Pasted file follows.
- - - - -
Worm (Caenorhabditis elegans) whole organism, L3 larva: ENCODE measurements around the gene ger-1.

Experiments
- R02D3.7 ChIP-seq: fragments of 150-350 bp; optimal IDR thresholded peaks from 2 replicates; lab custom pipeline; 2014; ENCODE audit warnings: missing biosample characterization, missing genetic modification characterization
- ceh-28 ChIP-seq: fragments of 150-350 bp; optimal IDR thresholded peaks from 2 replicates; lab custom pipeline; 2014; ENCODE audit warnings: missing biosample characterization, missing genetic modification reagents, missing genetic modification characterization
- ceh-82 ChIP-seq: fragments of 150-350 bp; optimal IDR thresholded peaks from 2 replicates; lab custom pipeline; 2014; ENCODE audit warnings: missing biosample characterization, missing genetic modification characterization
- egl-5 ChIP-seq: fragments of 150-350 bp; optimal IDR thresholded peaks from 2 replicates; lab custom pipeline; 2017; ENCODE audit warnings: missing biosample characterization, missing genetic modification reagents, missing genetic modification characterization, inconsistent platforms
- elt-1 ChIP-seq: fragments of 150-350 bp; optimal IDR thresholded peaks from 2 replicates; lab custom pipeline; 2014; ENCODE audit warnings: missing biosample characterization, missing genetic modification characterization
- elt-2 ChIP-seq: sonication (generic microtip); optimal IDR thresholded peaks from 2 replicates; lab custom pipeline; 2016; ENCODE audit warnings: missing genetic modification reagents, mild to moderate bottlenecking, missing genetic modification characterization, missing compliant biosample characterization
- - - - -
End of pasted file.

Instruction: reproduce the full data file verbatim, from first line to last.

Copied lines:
Worm (Caenorhabditis elegans) whole organism, L3 larva: ENCODE measurements around the gene ger-1.

Experiments
- R02D3.7 ChIP-seq: fragments of 150-350 bp; optimal IDR thresholded peaks from 2 replicates; lab custom pipeline; 2014; ENCODE audit warnings: missing biosample characterization, missing genetic modification characterization
- ceh-28 ChIP-seq: fragments of 150-350 bp; optimal IDR thresholded peaks from 2 replicates; lab custom pipeline; 2014; ENCODE audit warnings: missing biosample characterization, missing genetic modification reagents, missing genetic modification characterization
- ceh-82 ChIP-seq: fragments of 150-350 bp; optimal IDR thresholded peaks from 2 replicates; lab custom pipeline; 2014; ENCODE audit warnings: missing biosample characterization, missing genetic modification characterization
- egl-5 ChIP-seq: fragments of 150-350 bp; optimal IDR thresholded peaks from 2 replicates; lab custom pipeline; 2017; ENCODE audit warnings: missing biosample characterization, missing genetic modification reagents, missing genetic modification characterization, inconsistent platforms
- elt-1 ChIP-seq: fragments of 150-350 bp; optimal IDR thresholded peaks from 2 replicates; lab custom pipeline; 2014; ENCODE audit warnings: missing biosample characterization, missing genetic modification characterization
- elt-2 ChIP-seq: sonication (generic microtip); optimal IDR thresholded peaks from 2 replicates; lab custom pipeline; 2016; ENCODE audit warnings: missing genetic modification reagents, mild to moderate bottlenecking, missing genetic modification characterization, missing compliant biosample characterization